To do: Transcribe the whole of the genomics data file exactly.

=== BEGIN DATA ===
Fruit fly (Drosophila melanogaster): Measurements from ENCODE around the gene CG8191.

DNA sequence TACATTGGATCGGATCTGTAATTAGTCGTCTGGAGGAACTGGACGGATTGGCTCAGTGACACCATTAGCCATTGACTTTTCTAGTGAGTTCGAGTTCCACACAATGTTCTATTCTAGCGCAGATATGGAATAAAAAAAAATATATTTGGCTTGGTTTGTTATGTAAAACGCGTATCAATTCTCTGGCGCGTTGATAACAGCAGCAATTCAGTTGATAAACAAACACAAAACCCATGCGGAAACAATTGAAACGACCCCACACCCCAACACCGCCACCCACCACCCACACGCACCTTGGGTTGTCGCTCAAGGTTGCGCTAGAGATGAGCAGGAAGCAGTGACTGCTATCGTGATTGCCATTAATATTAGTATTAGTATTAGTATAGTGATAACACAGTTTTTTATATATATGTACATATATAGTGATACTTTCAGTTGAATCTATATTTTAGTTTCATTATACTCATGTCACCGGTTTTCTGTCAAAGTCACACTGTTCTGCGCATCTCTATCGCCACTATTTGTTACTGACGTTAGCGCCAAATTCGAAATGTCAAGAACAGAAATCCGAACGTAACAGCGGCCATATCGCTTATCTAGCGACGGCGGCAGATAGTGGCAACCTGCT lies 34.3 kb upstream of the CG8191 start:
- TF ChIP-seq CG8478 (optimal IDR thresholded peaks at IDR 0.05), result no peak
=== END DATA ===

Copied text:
Fruit fly (Drosophila melanogaster): Measurements from ENCODE around the gene CG8191.

DNA sequence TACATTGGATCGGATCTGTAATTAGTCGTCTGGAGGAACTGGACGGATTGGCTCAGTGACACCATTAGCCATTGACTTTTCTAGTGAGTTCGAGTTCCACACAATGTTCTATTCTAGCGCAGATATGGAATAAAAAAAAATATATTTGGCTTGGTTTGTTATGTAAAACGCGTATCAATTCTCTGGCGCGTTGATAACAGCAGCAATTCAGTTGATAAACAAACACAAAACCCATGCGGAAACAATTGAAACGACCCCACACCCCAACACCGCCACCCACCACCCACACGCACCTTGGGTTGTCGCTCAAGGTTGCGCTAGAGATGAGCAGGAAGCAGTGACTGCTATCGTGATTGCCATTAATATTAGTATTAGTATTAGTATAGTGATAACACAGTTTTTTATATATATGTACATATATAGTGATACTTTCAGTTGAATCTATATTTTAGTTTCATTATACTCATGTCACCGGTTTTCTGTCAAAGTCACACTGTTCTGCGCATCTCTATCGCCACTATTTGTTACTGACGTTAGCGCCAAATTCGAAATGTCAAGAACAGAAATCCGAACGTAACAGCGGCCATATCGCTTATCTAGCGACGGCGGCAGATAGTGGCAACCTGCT lies 34.3 kb upstream of the CG8191 start:
- TF ChIP-seq CG8478 (optimal IDR thresholded peaks at IDR 0.05), result no peak